By Amy J. Barry
Abundance at Hartford Stage takes place under an expansive Western sky and the issues it addresses are equally far-reaching, as well as intimately personal.
Written by Beth Henly, who won the Pulitzer Prize for Crimes of the Heart, the dramedy set in the Wyoming territory between the 1860s and '90s was first produced in New York in 2010.
Under Jenn Thompson's superb direction, Abundance follows the 25-year-long friendship and travails of two mail-order brides, Bess (Monique Vukovic) and Macon (Brenda Withers), at the end of the Civil War. The women responded to ads by men looking for wives to tend the fires and keep house.
The historic context of the play is that the Western expansion was transforming the frontier into domesticated farmland and ranches with the incentive of the Homestead Act, which gave (conditional) free land to settlers. At the same time, there was plenty of friction and danger between the displaced Native Americans and white settlers. Henly handsomely weaves a compelling fictional story into the factual backdrop.
Bess and Macon couldn't be more different. Bess is slight, blonde and timid, and desperate to please, with a sweet singing voice she's afraid to use. Macon is a tall, brunette wild child looking for adventure in the "Wild West." Vukovic and Withers are both well-suited to their roles, nicely balancing the dark and light sides of their nuanced characters.
The one thing the women do have in common is that both their husbands are losers. The man Bess is promised to is dead and his brother Jack (James Knight) comes to claim her in his stead. Her biggest fear was that he'd be ugly-he's attractive enough, but angry, abusive, and not too bright-and Knight captures the pathology of his moody character quite well.
Macon's husband William (Kevin Kelly) does meet her equally biggest fear that he'd be ugly. He's also clueless and annoying. Missing an eye he lost in a mining accident and wearing an eye patch, he creeps Macon out, giving her first his beloved dead wife's ring, and then a glass eye, as gifts. Kelly gives a fine performance as the both sympathetic and irritating character.
Due to fate and circumstances, the women end up switching roles.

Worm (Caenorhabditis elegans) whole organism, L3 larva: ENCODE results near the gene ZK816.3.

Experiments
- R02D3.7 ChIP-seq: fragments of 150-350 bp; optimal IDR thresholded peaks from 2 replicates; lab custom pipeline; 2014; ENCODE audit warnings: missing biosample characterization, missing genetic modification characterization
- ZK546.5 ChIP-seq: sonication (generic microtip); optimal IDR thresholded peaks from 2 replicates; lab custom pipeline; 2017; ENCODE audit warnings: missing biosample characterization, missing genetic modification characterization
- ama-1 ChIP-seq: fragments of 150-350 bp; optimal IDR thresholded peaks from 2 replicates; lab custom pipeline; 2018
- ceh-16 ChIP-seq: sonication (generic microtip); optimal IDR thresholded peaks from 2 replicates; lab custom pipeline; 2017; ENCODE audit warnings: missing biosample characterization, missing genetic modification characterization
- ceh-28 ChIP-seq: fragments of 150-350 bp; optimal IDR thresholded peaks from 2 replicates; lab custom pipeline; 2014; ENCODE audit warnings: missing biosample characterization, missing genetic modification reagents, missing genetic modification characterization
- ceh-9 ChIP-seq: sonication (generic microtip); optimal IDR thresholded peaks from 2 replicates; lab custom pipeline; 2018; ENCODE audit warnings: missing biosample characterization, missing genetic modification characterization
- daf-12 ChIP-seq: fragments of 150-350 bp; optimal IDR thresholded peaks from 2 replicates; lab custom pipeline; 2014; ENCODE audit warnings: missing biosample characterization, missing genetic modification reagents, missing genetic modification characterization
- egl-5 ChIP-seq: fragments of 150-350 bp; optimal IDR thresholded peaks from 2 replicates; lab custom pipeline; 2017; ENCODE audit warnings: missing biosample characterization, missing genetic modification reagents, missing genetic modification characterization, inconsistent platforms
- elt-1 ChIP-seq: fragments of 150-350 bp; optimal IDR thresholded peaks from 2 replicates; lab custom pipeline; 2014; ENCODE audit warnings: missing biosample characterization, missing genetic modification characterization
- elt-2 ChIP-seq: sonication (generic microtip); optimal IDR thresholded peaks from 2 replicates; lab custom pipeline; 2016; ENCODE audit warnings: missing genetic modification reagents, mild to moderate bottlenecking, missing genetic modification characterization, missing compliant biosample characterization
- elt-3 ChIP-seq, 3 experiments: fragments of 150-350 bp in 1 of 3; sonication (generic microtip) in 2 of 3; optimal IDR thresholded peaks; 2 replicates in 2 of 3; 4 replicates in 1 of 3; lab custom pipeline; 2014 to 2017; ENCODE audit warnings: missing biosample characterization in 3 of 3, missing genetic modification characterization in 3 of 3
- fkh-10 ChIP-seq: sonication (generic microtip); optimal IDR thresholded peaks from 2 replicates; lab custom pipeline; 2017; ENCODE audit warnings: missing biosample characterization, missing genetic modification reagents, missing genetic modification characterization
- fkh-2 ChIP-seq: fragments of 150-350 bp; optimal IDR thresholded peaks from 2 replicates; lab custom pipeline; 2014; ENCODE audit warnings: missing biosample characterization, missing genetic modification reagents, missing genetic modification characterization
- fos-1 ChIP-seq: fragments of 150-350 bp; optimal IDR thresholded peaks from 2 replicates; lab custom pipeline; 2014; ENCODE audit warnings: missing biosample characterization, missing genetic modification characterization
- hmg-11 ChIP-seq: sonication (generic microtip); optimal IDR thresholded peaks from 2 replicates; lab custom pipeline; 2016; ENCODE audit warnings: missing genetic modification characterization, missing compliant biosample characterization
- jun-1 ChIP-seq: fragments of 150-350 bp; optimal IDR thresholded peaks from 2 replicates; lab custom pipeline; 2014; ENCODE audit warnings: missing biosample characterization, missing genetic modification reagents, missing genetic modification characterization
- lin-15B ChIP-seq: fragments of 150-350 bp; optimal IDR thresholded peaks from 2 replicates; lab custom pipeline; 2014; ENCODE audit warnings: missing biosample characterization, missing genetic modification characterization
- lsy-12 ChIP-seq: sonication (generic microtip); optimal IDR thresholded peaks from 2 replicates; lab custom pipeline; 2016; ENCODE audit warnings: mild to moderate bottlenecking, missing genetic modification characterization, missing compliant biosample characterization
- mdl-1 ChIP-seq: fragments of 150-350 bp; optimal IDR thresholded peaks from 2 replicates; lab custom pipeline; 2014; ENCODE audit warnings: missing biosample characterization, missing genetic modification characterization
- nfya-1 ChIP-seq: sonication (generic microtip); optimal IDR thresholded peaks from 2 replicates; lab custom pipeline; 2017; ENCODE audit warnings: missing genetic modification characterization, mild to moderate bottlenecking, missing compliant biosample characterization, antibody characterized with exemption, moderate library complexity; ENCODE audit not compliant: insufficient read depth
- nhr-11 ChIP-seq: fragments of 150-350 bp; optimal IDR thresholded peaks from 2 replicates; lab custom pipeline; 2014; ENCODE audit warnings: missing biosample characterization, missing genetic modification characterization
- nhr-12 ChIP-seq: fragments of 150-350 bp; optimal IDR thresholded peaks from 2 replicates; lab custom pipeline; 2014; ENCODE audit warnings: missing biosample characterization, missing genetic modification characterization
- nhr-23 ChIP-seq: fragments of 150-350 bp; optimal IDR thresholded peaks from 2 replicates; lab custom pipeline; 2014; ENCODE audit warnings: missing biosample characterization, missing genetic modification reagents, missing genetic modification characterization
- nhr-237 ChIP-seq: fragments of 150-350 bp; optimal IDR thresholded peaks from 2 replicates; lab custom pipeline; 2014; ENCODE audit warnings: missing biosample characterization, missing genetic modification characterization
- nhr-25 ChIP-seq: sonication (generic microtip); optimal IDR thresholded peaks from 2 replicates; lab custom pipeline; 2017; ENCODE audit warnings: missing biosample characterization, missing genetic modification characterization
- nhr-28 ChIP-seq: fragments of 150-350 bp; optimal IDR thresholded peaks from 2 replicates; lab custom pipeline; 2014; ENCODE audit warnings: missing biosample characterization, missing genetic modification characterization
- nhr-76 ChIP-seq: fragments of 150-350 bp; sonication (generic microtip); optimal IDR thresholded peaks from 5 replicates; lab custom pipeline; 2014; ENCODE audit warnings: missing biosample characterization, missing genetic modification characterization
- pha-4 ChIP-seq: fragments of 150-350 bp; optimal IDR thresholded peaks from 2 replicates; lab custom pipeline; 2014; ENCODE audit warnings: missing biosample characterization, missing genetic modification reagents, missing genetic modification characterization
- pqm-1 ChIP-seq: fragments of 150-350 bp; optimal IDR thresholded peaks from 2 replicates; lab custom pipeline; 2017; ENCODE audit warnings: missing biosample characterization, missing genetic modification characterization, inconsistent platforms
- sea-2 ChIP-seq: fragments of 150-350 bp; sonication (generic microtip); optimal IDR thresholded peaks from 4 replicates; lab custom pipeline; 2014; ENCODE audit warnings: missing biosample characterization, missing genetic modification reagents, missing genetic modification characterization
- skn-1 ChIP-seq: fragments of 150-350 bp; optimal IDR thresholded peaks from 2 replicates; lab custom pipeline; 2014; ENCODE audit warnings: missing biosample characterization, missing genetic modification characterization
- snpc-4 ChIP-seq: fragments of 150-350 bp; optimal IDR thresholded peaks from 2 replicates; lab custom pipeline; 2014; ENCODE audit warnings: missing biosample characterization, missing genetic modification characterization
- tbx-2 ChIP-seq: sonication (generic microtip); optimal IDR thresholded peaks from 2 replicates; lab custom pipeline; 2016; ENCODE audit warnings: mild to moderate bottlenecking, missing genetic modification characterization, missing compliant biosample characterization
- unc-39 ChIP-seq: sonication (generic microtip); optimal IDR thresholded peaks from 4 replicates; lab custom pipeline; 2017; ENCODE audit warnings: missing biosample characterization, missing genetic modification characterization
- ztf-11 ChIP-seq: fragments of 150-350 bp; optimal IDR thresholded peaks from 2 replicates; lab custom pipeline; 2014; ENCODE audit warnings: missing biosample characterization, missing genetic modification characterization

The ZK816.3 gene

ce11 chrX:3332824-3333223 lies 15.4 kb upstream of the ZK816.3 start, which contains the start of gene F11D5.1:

After sizing up their new husbands, Macon urges Bess to go on a grand adventure together, but fearful Bess is reticent to leave. Finally when Jack's abuse and lack of food have made her desperate, she is eager to hit the road. But now Macon comes up with endless excuses why she can't.
Macon succumbs to the comfortable lifestyle of the New West-she turns out to be a savvy business partner with her husband, and as a result, complacent and no longer willing to take anything but financial risk.
She also succumbs to Jack's advances, one of the less plausible dimensions of the play-it's hard to imagine her falling for a guy dim enough to buy a worthless mine, sprinkled with gold dust.
And Bess is liberated, in a strange sense, by her horrific capture by Indians. After healing her broken spirit, she is no longer a victim. She's tough as nails and out for her own interests. She finds her voice, quite literally, rising to fame as both a singing sensation and with a memoir she wrote about her ordeal. Jack ironically ends up under her thumb-but he doesn't care, as long as there's money to be made.
Yet ultimately, it is when both women lose everything that is fleeting and of the material world and gain some inner wisdom that they are able to piece their friendship back together.
Praise is warranted for Wilson Chin's scenic design, Tracy Christensen's costumes, Philip S. Rosenberg's lighting, and Toby Jaguar's marvelous fiddle-playing sound track. They all capture the essence of the later-19th-century Western frontier.
Abundance is at Hartford Stage, 50 Church Street, through Sunday, April 28. For tickets and performance schedule, call 860-525-5601 or visit www.hartfordstage.com.